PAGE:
Who Used Leather Armor

Medieval Leather ArmorLeather armor was used by lower classes, but it was also used by nobles who either couldn’t afford more expensive armor or who chose to use leather armor as a base layer. Even as metal armors became more popular, leather armor was still used as the first layer of defense for certain areas of the body. During most of the middle ages this type of armor was the first choice for many soldiers and other individuals who needed protection during battle. Leather armor provided great protection from slashes from an enemy sword or dagger. As time went on, leather was used as an alternative to heavy metal armors when soldiers needed to maintain mobility and quickness on the battlefield.

Types of Leather Armor

Leather was the primary construction tool used for many types of armor. Originally, soldiers wore leather jackets or vests to block blows from enemies during battle. As blacksmithing became more sophisticated, people began to attach metal plates to their base layer of leather to provide additional protection. Leather armor that was left untreated only worked well for a short time. If left untreated, leather armor would often rot.

As a method of protecting the armor, people learned that boiled leather would last much longer. Boiling leather armor in a vat of oil or wax was one method to help the leather mold into certain shapes. Once boiled, the leather would be left alone to harden and dry. This would result in armor that was lighter than other types of metal armor, but was thicker and tougher than untreated leather. Boiled leather could be used to make chest plates, leather gloves, and elbow and knee pads.

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Popular Types of Medieval Helmets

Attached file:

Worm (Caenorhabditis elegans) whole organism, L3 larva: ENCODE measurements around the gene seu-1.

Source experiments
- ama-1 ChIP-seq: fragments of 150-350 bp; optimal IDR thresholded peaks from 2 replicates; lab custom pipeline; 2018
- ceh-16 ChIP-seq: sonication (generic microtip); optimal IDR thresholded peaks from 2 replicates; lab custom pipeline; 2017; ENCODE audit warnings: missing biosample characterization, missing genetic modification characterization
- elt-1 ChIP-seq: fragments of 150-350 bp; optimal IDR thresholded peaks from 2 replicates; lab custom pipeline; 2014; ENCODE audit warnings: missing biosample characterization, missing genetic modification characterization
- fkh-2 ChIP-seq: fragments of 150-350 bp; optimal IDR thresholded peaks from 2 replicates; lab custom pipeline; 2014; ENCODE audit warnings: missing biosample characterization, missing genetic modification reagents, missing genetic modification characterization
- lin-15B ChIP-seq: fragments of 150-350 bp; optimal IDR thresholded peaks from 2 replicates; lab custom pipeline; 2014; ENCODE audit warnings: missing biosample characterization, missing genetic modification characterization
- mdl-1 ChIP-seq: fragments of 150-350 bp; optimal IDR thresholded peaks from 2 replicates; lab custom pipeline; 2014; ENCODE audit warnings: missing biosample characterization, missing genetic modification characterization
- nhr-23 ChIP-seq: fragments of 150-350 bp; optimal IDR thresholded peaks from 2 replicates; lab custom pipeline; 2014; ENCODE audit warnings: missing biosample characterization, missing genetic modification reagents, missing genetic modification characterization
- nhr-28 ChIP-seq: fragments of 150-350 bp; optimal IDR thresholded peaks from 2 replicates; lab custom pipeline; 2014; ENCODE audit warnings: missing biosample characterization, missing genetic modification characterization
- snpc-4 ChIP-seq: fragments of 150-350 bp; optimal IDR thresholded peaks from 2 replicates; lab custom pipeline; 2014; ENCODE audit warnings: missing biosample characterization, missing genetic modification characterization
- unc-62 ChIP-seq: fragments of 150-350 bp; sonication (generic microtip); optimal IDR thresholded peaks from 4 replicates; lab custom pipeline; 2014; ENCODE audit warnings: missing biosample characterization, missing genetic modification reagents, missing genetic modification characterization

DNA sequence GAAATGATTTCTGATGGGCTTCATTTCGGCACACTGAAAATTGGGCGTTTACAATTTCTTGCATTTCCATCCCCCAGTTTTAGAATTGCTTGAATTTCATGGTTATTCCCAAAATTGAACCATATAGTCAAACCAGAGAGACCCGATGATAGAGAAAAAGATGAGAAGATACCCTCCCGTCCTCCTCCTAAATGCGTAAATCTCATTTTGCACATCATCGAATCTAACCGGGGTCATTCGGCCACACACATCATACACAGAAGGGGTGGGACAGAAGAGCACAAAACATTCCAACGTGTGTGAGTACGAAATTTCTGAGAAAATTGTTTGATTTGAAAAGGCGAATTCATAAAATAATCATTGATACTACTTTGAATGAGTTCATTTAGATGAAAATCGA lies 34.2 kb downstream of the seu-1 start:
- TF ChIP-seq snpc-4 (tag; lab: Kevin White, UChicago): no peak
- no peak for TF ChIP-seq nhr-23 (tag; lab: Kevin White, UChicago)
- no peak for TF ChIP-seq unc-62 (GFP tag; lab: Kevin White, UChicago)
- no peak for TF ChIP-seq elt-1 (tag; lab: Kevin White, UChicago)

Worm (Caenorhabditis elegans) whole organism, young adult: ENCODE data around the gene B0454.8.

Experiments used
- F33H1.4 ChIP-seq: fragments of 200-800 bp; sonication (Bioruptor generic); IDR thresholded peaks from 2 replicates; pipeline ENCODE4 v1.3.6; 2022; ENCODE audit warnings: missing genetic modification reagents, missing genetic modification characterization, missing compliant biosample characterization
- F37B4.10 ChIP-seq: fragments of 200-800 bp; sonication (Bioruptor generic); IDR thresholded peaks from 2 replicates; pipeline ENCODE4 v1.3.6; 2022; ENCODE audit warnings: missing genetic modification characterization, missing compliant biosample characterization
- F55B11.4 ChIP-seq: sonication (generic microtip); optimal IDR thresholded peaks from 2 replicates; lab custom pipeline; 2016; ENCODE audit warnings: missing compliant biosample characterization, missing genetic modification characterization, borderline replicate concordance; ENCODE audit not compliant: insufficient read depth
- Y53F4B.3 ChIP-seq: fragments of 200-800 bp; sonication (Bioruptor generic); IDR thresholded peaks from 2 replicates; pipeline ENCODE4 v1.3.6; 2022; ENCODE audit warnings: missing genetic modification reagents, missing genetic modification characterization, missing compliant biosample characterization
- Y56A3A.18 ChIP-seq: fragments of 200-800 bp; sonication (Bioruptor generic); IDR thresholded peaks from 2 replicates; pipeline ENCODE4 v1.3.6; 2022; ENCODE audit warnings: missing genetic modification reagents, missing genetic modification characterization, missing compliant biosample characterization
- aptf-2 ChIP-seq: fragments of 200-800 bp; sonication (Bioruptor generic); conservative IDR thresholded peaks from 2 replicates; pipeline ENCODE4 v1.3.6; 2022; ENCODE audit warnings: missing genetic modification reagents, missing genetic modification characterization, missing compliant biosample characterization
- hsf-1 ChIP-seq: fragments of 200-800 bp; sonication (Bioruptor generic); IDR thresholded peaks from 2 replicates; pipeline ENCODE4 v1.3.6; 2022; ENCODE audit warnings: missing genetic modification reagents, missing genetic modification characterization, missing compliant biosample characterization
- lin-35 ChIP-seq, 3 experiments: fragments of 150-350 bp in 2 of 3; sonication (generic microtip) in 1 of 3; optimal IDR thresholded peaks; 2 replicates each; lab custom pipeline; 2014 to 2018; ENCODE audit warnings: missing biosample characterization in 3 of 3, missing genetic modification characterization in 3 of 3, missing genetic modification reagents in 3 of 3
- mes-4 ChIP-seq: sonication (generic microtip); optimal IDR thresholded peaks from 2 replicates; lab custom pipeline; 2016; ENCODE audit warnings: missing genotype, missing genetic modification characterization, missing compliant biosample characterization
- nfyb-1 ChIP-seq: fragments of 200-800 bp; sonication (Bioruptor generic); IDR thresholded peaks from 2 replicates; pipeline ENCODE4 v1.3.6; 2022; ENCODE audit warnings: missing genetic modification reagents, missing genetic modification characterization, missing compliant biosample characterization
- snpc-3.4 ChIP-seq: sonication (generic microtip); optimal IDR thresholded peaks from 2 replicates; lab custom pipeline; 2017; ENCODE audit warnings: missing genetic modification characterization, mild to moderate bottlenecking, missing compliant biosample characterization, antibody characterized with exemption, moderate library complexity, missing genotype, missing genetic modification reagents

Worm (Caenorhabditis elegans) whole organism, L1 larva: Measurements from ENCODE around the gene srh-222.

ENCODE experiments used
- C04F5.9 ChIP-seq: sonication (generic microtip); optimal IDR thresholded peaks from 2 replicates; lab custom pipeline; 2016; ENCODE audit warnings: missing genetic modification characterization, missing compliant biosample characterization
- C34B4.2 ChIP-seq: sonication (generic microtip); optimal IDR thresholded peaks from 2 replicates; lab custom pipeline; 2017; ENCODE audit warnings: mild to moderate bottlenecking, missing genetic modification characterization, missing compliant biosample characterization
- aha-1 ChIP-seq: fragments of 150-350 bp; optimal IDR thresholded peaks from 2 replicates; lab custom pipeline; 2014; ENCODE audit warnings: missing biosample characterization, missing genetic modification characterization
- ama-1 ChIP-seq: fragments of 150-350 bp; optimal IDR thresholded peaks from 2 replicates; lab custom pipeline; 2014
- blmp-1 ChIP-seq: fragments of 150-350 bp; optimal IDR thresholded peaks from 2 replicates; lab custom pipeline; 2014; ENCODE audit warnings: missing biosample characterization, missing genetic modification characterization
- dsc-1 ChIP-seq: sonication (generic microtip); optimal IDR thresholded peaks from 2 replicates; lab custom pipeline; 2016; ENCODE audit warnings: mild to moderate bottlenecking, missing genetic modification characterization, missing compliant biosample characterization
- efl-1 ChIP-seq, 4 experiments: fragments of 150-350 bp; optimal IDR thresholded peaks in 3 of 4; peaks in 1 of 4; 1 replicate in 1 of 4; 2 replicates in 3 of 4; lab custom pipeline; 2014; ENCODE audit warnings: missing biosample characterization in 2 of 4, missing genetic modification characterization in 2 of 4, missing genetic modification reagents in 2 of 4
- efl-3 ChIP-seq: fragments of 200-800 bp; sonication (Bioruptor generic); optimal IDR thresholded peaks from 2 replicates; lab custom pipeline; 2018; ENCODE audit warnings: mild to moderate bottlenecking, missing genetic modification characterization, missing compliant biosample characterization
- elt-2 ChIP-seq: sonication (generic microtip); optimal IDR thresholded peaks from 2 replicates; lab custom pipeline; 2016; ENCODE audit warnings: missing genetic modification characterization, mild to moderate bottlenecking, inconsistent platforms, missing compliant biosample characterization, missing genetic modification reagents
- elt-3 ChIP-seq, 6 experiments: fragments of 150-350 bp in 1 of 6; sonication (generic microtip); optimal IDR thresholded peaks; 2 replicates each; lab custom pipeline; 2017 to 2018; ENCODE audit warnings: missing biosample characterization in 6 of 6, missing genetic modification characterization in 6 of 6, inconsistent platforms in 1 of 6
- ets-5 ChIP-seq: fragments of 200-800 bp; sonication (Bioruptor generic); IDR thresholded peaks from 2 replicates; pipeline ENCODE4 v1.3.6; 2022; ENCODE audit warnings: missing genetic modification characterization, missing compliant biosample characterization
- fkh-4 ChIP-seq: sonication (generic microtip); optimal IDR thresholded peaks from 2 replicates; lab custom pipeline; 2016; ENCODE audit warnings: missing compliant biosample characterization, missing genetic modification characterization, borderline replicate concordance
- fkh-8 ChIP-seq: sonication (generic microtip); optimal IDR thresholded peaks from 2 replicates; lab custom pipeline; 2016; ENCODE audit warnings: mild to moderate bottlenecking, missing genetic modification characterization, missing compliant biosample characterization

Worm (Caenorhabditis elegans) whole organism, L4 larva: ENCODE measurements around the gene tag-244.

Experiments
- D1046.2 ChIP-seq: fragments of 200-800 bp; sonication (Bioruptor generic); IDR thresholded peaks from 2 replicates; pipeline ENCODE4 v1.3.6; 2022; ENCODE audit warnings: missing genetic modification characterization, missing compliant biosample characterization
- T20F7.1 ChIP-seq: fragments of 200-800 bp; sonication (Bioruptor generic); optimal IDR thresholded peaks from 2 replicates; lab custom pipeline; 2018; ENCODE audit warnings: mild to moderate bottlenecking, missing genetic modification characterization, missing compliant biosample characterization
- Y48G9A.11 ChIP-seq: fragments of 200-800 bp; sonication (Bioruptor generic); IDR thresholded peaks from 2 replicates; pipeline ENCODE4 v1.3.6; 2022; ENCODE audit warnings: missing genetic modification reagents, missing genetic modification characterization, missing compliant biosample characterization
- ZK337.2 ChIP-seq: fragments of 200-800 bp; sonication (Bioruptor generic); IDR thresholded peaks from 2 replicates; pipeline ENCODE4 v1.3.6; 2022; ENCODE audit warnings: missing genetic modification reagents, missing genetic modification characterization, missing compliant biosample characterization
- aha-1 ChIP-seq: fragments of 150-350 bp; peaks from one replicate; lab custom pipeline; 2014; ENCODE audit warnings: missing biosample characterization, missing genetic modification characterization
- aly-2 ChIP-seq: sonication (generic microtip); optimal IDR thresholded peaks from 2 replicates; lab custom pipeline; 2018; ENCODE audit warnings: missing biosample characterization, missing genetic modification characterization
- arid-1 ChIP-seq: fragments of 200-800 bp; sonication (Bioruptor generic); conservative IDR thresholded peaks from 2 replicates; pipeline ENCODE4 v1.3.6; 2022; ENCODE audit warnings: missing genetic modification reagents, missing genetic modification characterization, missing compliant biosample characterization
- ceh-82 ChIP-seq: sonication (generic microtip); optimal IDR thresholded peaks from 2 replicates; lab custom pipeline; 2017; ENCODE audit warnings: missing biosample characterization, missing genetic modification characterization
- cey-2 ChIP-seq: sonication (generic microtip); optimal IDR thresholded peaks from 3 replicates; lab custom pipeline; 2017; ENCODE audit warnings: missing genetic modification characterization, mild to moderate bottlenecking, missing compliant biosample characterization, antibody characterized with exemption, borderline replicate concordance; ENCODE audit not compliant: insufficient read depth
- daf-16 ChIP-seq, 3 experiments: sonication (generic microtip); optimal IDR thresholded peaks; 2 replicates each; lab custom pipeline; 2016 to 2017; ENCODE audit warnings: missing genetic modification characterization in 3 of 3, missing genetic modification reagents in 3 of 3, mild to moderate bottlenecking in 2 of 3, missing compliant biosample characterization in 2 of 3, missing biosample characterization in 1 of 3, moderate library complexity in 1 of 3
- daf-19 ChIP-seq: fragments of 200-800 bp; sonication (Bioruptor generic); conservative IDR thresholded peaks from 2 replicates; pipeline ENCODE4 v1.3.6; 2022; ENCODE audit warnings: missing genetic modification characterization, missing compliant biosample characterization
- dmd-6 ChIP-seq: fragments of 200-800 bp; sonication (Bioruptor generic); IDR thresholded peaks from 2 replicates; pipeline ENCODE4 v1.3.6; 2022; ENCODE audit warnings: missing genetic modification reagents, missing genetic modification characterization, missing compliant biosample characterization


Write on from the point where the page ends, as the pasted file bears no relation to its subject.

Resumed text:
If you’re interested in medieval history and armor, you’ve probably spent some time studying the different types of medieval helmets. If you spend some time online, you’ll be amazed how many types of armor can be purchased online for your personal collection, including helmets. These helmets, whether you look at Greek warrior helmets or knight helmets, are a great addition to any collection. It is helpful to have some context about when and how the various types of armor were used. Here are some of the types of medieval helmets that were used during the medieval period.

Medieval HelmetTypes of Helmets

Medieval helmets were some of the most varied helmets ever made. Helmets, like most types of armour, were traditionally worn by knights, soldiers, body guards, and anyone else who may have the need to protect themselves from violence. They were made with several different materials and came in many different shapes and styles. Helmets were designed with protection in mind, and many of the varieties offered little comfort or visibility. Helmets worn by knights often included visors, and were designed to protect the wearer from blows to the face.

There were also a variety of soldier helmets, typically made of metal, that were designed to protect the wearer from catastrophic blows to the head. These included the sallet, arthurian, and barbuta helmets. As time went on, helmets became more sophisticated, and by the renaissance and enlightenment eras, metal helmets were both functional and practical, allowing the wearer increased visibility and protection at the fraction of the cost. Most commoners did not commonly use metal helmets.

Materials

Most knight and soldier helmets were made of iron or steel and were made of full pieces of sheet metal by a blacksmith. Some of these helmets could be quite expensive, and they were sometimes passed down by families for generations. Other helmets were made out of chain mail or ring mail, types of linked metal pieces that were used to make armour as well. For everyday protection, individuals would use helmets made out of boiled leather or heavy cloth pieces. These leather helmets would sometimes have studded pieces of metal woven into the cloth or fastened to the leather to add extra protection.

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The Uniforms and Weapons of Roman Soldiers